Law 25 of 1929 states that the right to custody of the mother or other female relative ends at the age of 10 for boys and 12 for girls. However, Law 4 of 2005 changed the ages to 15 for both boys and girls. After the age of 15, the child is asked to choose with whom they would like to live.


The Wafd Party and independent MP Mohamed Fouad suggested that women’s custody end at age nine for both girls and boys.

The NCW suggests maintaining the status quo.

Child custody: Visitation rights and travel permission

Current status:

The current law states that the non-custodial parent should see the child in a place the custodial parent agrees on, or is decided by the court, for a period not less than 3 hours per week, preferably on holidays.


There are suggestions to increase the visitation period; the Wafd Party, for instance,has suggested increasing the visitation period to five hours.

Some have suggested that instead of the three-hour visits, the non-custodial parent should be allowed to have the child overnight. MP Mohamed Fouad suggests that the period should be between 24 and 48 hours per week, and half of a vacation period.

However, many women and women’s rights advocates and organisations fear that the non-custodial parent might kidnap the child if they were allowed to take them overnight, while some claim this happens now under the existing law.

Lots of parties, including the National Council for Women and Al-Azhar, suggested there be a prohibition on changing the names of children whose parents are divorced, or banning them from traveling abroad, without the consent of the custodial parent or the permission of the judge, to prevent kidnapping.

Child custody: Educational decisions

Current status:

In the case of both ordinary divorce or khula (a wife-requested divorce), the custodial parent (mother) is the child’s guardian in educational matters, according to the child’s law, Law 12 of 1996, and its amendments.


Al-Azhar suggested joint educational guardianship between parents in its draft law; however, in the case of disputes, the father would have final say, and he would have to pay for the child’s education. If the custodial parent wanted a more expensive type of education, they would have to pay the difference in price.

The Wafd Party suggested that the father should be the sole educational guardian.


Current status:

Egyptian Muslim men are entitled to have up to four wives concurrently.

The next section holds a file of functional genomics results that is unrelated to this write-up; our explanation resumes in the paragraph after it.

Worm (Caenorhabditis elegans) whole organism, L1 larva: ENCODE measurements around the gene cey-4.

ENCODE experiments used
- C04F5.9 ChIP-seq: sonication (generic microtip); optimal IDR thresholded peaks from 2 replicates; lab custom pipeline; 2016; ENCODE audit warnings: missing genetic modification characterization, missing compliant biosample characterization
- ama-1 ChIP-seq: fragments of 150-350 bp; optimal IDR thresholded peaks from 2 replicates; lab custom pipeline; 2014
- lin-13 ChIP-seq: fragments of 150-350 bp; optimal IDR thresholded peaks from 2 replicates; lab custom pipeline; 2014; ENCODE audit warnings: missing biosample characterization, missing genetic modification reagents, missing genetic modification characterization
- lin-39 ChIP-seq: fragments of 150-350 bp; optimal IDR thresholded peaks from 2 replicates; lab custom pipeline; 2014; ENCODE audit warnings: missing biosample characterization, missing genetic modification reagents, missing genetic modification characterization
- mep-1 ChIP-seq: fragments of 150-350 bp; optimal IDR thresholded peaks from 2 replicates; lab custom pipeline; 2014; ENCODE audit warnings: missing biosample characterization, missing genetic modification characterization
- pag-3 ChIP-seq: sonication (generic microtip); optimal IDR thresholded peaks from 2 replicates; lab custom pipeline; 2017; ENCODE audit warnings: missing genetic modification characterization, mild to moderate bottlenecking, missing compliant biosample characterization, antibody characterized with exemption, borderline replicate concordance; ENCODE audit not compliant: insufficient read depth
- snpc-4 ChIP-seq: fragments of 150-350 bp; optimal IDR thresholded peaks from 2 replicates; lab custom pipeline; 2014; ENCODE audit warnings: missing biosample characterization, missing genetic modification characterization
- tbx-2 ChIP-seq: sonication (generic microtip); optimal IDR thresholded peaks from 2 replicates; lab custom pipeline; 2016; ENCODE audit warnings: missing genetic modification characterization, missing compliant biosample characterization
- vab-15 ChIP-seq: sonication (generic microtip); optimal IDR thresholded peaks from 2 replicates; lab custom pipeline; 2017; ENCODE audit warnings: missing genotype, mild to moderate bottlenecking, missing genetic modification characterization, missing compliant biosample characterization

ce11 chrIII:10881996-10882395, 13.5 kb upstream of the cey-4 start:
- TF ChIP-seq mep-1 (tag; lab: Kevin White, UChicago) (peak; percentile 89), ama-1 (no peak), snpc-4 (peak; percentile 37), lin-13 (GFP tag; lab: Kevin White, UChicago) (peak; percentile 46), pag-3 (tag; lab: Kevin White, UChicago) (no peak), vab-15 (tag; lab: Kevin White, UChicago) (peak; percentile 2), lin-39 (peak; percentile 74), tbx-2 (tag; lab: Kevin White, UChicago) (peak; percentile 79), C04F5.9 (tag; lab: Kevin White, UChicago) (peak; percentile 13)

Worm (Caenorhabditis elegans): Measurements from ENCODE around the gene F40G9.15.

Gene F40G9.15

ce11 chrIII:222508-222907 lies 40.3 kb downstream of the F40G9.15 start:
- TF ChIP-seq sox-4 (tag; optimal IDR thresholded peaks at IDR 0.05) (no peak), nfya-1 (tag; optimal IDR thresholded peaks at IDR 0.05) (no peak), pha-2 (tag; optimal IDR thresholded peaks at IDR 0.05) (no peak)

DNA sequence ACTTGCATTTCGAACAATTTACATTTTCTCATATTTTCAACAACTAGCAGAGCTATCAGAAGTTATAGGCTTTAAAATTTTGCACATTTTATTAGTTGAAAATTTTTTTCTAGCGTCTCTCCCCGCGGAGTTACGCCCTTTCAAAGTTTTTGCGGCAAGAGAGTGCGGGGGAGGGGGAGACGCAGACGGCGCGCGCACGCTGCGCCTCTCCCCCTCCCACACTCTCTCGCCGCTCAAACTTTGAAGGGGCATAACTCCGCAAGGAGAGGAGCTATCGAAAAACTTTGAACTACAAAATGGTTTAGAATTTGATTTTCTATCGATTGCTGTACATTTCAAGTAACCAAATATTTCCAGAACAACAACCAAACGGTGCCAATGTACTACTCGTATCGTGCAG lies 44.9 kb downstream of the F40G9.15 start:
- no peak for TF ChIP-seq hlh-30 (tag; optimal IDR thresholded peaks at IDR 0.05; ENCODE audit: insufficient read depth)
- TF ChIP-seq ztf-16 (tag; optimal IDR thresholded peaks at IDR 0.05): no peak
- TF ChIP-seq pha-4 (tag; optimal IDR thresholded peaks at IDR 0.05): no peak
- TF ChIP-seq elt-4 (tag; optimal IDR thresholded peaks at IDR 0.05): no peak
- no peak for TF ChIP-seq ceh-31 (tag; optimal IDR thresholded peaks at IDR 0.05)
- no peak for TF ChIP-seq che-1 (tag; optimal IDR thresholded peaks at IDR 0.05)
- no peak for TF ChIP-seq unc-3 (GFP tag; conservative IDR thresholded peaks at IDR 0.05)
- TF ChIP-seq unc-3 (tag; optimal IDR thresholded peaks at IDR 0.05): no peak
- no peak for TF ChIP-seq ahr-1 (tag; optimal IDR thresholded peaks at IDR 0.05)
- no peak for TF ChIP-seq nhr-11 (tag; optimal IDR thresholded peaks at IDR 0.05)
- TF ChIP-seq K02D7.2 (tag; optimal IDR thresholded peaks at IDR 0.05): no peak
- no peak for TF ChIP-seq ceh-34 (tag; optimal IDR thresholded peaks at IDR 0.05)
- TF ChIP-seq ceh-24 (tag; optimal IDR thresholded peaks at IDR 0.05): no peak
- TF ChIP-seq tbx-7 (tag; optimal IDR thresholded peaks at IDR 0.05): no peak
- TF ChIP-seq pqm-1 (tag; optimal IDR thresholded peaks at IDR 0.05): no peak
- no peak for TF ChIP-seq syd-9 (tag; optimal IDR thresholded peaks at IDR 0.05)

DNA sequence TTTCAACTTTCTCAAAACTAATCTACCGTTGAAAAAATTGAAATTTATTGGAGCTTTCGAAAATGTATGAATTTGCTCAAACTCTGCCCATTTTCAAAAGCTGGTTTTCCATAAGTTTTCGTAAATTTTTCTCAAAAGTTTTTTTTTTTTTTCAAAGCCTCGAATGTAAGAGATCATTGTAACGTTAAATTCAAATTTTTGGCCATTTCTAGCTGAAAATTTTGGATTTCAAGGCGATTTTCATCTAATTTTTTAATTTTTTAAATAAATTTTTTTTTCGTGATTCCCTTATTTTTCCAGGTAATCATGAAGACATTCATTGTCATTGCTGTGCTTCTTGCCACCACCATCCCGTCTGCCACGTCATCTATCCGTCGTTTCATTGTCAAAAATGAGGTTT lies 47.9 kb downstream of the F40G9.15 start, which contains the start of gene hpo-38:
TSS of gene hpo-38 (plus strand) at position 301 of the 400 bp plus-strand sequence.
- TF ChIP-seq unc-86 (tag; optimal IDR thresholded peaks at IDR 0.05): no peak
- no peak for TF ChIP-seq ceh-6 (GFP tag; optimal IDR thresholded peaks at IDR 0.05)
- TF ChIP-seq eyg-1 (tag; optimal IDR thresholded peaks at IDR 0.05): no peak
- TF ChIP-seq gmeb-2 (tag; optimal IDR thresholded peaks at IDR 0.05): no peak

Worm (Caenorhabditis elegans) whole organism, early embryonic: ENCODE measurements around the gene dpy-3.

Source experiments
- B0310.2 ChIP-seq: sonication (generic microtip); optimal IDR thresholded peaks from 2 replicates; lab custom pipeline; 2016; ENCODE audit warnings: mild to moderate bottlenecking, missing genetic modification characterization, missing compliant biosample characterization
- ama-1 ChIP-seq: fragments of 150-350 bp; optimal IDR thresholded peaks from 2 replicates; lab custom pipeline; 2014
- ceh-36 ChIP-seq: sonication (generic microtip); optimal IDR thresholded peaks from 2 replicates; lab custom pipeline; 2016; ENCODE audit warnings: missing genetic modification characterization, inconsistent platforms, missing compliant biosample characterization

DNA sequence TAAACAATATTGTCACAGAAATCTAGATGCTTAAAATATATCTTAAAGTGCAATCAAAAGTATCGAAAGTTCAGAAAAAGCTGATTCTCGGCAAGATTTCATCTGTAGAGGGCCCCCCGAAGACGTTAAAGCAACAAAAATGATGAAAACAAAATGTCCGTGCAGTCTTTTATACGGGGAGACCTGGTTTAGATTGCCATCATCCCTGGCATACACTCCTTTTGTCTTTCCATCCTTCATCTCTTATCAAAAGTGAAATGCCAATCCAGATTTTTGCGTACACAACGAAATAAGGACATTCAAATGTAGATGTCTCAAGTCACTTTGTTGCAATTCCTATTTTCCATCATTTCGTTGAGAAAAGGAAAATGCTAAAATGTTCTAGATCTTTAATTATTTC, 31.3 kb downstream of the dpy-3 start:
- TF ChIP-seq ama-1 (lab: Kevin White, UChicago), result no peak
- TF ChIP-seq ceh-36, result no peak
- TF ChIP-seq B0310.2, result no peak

According to Article 11 of Law 25 of 1920 and its amendments, the husband must cite his marital status in a marriage contract.

Wives are entitled to seek divorce if their husband marries another woman, if she discovers that her husband was already married at the time of their marriage, and if she stipulated in her marriage contract that she would not accept a polygamous marriage.


The National Council for Women suggested that the judge should make sure the first wife is informed and approves of her husband’s other marriages.

MP Abla El Hawary in 2018 suggested an amendment that would see men who remarry without informing an existing wife punished with six months’ imprisonment.

Customary marriages

Current status:

Customary (urfi) marriages are marriages that are considered valid in Sunni Islam but have not been registered with the state.

Under existing law, a wife can file a lawsuit to prove the validity of an marriage with an urfi marriage contract and will then be able to get the required marital maintenance from her husband, or alimony in the case of divorce.

A customary marriage can also be proven by other methods like witness testimony.

Family courts can use urfi marriage contracts as proof of paternity.


The National Council for Women suggested putting in place a five-year time limit for registering urfi marriage contracts.

Some MPs, like Amenah Nossier, have suggested urfi marriages be criminalized.

Others, like the president of the Cairo Court of Appeals, suggested the annulment of any legal frameworks that permit urfi marriage.

Wives’ obedience

Current status:

Article 11 in Law 25 of 1929 states that if the wife refuses to obey the husband without good reason, her required financial maintenance stops from the date of her disobedience.

The article also states that the wife’s refusal to return to the matrimonial home after the husband has invited her to return by declaration is unlawful, and she would be considered recalcitrant (nashiz) and deprived from her legal rights as a wife, including maintenance and alimony. The wife can challenge this before the court within thirty days from the announcement.


The National Council for Women and some others suggested the total cancelation of the articles regulating wives’ obedience.


Current status:

There are currently no laws regulating the engagement period, its financial aspects or the pre-marital procedures in Egypt. The matter is governed mainly by customs and traditions that vary across the different regions. There is typically an exchange of rings and the groom gives the bride a shabka, a gift of jewelry, usually gold, to mark the engagement.


Al-Azhar, the National Council for Women, the Wafd Party and others have suggested laws covering the engagement period, and regulating financial aspects in case of annulment of the engagement, like the gifts that have been exchanged and the shabka.